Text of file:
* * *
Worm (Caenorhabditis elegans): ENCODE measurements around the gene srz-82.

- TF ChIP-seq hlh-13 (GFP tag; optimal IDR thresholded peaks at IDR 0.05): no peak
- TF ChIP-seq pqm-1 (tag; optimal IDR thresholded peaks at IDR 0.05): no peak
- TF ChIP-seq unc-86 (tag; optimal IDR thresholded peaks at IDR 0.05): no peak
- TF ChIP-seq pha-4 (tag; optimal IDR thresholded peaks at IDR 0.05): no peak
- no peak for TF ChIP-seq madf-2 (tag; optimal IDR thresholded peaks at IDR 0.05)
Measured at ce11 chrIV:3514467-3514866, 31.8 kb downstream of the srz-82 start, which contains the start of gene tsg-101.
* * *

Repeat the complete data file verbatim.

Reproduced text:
Worm (Caenorhabditis elegans): ENCODE measurements around the gene srz-82.

- TF ChIP-seq hlh-13 (GFP tag; optimal IDR thresholded peaks at IDR 0.05): no peak
- TF ChIP-seq pqm-1 (tag; optimal IDR thresholded peaks at IDR 0.05): no peak
- TF ChIP-seq unc-86 (tag; optimal IDR thresholded peaks at IDR 0.05): no peak
- TF ChIP-seq pha-4 (tag; optimal IDR thresholded peaks at IDR 0.05): no peak
- no peak for TF ChIP-seq madf-2 (tag; optimal IDR thresholded peaks at IDR 0.05)
Measured at ce11 chrIV:3514467-3514866, 31.8 kb downstream of the srz-82 start, which contains the start of gene tsg-101.